People v. Porter, No. 1-05-1589 (Ill. App. filed Aug. 17, 2006). The Appellate Court also affirmed Woodard's appeal of her own conviction, noting that she was only twenty years old, had no prior criminal history herself and was seeking revenge against someone who had injured her by inflicting "a severe cut to her face, which required several stitches and reconstructive surgery." See People v. Woodard, 854 N.E.2d 674, 687 (Ill. App. Ct. 2006).
The judge who presided over the trial of both Porter and Woodard could conclude that an individual who murders in the course of seeking revenge for a serious personal injury is a bit less culpable then one who murders simply because a friend asked him to do so. To put it another way, killing in cold blood could be viewed as worse than hot-blooded violence.
Petitioner submits the same argument here with an increased emphasis on disparate sentencing. The argument fails for two reasons.
First, on direct appeal, the argument against the sentence was never based on federal constitutional claims, in particular under the Eighth Amendment. It was addressed to the state reviewing court's power to review sentences on the merits and reduce them as it saw fit. Possible grounds for the review include excessiveness or disparity between like defendants, an authority legislatively conferred on it some time in the mid 1900's. There is no ground for believing that a constitutional issue was even raised, given that the power to review (and reverse) sentencing decisions is committed to the state's reviewing courts by legislative action - not by constitutional compulsion, as is the case in federal courts. Construed this way, the argument fails as a non-cognizable issue on habeas review.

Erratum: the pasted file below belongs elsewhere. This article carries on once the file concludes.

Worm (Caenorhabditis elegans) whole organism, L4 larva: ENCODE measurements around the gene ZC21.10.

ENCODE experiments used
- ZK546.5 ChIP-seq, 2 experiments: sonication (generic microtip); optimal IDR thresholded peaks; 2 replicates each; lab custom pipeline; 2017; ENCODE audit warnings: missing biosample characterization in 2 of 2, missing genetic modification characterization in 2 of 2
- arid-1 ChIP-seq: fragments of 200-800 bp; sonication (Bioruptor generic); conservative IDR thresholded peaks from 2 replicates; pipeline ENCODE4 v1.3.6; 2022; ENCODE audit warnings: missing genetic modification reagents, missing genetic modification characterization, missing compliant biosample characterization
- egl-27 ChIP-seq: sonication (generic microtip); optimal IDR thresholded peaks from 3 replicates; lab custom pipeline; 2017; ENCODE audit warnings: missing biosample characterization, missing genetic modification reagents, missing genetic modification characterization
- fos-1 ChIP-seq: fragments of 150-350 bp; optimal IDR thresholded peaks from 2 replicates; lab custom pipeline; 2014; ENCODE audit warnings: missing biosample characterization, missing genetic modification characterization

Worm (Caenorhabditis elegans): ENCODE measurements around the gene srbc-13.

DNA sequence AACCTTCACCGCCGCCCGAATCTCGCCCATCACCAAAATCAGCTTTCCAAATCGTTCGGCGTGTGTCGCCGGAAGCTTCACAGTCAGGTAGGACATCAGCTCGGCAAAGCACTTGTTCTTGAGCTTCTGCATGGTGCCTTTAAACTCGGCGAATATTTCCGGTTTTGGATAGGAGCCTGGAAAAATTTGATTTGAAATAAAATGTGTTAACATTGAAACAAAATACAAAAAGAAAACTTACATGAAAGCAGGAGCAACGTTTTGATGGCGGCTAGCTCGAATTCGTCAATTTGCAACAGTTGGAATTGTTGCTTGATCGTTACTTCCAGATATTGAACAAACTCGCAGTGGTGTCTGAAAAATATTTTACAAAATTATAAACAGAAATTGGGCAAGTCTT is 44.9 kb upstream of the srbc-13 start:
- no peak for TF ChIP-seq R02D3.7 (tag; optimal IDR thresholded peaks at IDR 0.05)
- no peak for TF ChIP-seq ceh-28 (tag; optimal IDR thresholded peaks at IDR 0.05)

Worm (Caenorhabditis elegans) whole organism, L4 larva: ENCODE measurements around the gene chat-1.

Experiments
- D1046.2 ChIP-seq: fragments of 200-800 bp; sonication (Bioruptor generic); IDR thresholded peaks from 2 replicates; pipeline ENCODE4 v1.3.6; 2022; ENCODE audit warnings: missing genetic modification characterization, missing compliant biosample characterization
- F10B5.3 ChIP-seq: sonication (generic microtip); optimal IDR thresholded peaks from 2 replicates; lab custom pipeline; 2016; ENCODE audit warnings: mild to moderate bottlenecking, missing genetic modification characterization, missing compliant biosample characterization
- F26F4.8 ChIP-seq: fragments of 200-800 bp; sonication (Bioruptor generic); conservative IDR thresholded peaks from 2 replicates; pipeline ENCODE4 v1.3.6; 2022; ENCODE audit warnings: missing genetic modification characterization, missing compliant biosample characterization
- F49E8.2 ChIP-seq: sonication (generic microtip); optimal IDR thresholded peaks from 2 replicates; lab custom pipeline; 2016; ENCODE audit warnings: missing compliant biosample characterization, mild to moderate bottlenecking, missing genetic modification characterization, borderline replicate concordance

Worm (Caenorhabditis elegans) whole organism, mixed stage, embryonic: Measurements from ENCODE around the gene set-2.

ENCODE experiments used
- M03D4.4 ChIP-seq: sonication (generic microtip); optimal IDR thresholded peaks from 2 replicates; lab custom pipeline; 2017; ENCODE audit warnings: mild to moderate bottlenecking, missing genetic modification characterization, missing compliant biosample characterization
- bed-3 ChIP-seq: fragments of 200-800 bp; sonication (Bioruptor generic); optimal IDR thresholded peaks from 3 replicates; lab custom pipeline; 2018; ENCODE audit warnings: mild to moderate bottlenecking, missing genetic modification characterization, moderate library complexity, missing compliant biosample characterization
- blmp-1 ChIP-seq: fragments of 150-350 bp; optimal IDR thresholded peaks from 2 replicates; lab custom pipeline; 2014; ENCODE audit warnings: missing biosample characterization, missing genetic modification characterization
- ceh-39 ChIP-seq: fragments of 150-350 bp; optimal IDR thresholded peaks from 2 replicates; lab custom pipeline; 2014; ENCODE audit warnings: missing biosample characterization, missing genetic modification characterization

Even if it had been made as a federal constitutional claim, it would fail. There is no precedent supporting the proposition that seventy-five years is an unconstitutional sentence for a "cold-blooded execution" perpetrated by a seventeen year old personally shooting a twelve year old in the back for no better reason than someone asked him to do it.